For macaques, male bonding is a political move

November 18, 2010
Rhesus macaque

Contrary to expectations, new evidence shows that unrelated male macaques in the wild form close and stable social partnerships with select males in their groups. Although the degree of emotional attachment obviously can't be measured, those relationships resemble human friendship, according to researchers who report their findings online on Nov. 18 in Current Biology, a Cell Press publication. What's more, it appears the motivation for those males to maintain close ties with other males is political in nature.

"We were able to show that the benefit of social bonding accrues through 'the manipulation of ones' own and others' social relationships,' which is one definition of politics," said Oliver Schülke of Georg August University Göttingen in Germany. "The bond does not directly affect access to desirable resources but helps males to climb up the social ladder and to stay up there at the cost of other males that lose their status."

Earlier evidence had shown that female animals live longer and have more offspring when they form strong bonds with other females. The benefit of friendship in the case of females is usually explained by greater access to food and safety. But, given the strong competition among males for access to mates, scientists had generally expected that evolutionary forces would work against male bonding, particularly in groups like those of the , in which male members typically aren't close kin.

In the current study, Schülke and his colleague Julia Ostner focused on wild male Assamese macaques living in their natural environment in Thailand. They found that males do maintain with other males in which both members spend time together and groom one another. Those bonds aren't confined to potential kin.

Males with stronger bonds to other males tended to form coalitions, and those coalitions predicted future social dominance, the researchers report. The strength of males' social bonds was directly linked to the number of offspring they sired.

"We have shown for the first time that having close friends makes males more successful in terms of social status and paternity," Ostner said.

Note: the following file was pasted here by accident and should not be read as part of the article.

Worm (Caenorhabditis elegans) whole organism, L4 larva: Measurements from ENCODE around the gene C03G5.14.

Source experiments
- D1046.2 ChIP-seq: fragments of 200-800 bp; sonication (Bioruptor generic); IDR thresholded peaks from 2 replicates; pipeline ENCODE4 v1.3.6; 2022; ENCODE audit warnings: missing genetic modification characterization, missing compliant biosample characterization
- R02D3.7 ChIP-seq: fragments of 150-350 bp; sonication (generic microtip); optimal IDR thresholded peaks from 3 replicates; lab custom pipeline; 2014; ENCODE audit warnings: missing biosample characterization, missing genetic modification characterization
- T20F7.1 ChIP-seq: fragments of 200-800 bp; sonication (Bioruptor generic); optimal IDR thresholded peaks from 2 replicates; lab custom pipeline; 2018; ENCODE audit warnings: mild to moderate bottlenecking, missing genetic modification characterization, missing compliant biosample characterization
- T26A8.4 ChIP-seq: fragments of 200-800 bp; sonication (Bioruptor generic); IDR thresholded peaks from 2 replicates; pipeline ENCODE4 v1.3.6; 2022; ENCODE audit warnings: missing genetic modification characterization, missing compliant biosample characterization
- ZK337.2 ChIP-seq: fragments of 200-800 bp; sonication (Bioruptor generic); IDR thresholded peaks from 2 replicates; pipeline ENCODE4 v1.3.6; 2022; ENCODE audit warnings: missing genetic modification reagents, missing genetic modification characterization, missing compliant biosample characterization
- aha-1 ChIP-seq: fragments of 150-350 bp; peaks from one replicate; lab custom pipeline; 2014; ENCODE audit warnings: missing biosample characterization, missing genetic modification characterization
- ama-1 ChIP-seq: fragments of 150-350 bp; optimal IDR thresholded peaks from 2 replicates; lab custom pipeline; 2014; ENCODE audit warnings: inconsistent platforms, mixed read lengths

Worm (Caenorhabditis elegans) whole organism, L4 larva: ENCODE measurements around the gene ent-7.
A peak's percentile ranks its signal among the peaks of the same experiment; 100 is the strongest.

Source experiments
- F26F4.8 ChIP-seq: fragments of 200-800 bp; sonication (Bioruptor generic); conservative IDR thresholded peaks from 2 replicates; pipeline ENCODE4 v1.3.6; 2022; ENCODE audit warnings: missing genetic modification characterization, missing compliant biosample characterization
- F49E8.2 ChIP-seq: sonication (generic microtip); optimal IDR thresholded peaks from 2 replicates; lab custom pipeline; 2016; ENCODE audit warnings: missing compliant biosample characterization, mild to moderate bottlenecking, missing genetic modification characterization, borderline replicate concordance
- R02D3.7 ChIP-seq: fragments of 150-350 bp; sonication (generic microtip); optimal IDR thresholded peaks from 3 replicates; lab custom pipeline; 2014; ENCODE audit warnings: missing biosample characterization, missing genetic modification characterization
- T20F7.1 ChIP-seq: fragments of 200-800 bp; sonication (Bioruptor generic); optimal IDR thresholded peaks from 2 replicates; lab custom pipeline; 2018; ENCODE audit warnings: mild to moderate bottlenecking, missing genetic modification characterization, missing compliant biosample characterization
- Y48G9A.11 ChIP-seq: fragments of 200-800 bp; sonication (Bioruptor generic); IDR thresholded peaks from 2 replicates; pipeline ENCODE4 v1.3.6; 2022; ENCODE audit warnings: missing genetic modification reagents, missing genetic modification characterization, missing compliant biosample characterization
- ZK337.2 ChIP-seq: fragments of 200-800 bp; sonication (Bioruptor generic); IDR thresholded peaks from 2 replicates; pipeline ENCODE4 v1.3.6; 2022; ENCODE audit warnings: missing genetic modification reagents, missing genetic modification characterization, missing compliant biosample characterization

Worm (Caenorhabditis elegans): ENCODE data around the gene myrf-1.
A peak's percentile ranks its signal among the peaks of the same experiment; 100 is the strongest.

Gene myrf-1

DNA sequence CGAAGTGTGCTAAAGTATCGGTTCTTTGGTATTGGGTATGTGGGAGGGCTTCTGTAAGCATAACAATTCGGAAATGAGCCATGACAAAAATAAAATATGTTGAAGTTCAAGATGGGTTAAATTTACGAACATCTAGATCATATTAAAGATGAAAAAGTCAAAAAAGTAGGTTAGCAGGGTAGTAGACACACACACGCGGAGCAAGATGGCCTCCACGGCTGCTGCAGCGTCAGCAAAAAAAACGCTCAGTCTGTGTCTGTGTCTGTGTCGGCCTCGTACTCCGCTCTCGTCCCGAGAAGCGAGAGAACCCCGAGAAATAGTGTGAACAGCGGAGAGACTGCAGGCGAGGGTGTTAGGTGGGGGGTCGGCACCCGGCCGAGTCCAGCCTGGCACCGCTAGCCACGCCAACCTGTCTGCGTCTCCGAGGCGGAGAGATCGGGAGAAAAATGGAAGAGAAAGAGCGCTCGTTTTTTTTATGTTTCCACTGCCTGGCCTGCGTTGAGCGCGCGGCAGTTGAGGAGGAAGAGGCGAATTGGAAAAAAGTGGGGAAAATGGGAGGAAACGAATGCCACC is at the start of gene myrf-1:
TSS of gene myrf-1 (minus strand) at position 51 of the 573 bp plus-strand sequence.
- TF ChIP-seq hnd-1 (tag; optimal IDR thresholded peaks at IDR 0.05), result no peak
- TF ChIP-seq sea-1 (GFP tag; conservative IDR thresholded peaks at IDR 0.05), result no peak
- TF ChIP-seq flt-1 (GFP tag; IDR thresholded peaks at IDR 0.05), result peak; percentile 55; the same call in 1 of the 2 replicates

The researchers added that they are "quite confident" that it is not the other way around—that successful males attract more friends. "The effect of friendship on success materializes in the future," they said. "Success does not make for future friendships."

Schülke and Ostner said that earlier work in chimpanzees starting with Jane Goodall had shown that strong bonds among males promote alliance formation in conflicts over status. But, they said, chimps are different from macaques in that they stay in their natal groups all their lives, often bonding with brothers or at least with other males that they are sure to live with for long periods of time. On the other hand, male macaques all leave the groups they are born into sooner or later, resulting in a male society that is much more fluid.

The researchers expect that their findings will apply to other species, in cases in which males live in large groups with many males for long enough to develop bonds and benefit from them. The findings in primates may also provide insight into our own social lives.

"Our results suggest that the universal tendency of humans to form close social ties has evolutionary roots outside the extended family," the researchers said. "This long evolutionary history of a fundamental social trait may also explain why the loss of friendship or social integration has severe consequences for human mental and physical health."

Explore further: Sexual harassment from males prevents female bonding, says study

Related Stories

Fighting for their attention

April 4, 2007

Mating strategies are straightforward in bottlenose dolphins, or are they? Much of the work carried on male-female relationships in that species to date show that males tend to coerce females who are left with little choice ...

Females decide whether ambitious males float or flounder

January 30, 2008

Aggression, testosterone and nepotism don’t necessarily help one climb the social ladder, but the support of a good female can, according to new research on the social habits of an unusual African species of fish.

Females avoid incest by causing male relatives to leave home

August 15, 2007

Researchers at the University of Sheffield in the UK and Leibniz Institute for Zoo and Wildlife Research (IZW) in Berlin, Germany, have found that female hyenas avoid inbreeding with their male relatives by giving them little ...

Mating that causes injuries

February 20, 2009

Researchers at Uppsala University can now show that what is good for one sex is not always good for the other sex. In fact, evolutionary conflicts between the two sexes cause characteristics and behaviors that are downright ...

Recommended for you

Mammal long thought extinct in Australia resurfaces

December 15, 2017

A crest-tailed mulgara, a small carnivorous marsupial known only from fossilised bone fragments and presumed extinct in NSW for more than century, has been discovered in Sturt National Park north-west of Tibooburra.

Finding a lethal parasite's vulnerabilities

December 15, 2017

An estimated 100 million people around the world are infected with Strongyloides stercoralis, a parasitic nematode, yet it's likely that many don't know it. The infection can persist for years, usually only causing mild symptoms. ...


Please sign in to add a comment. Registration is free, and takes less than a minute. Read more

Click here to reset your password.
Sign in to get notified via email when new comments are made.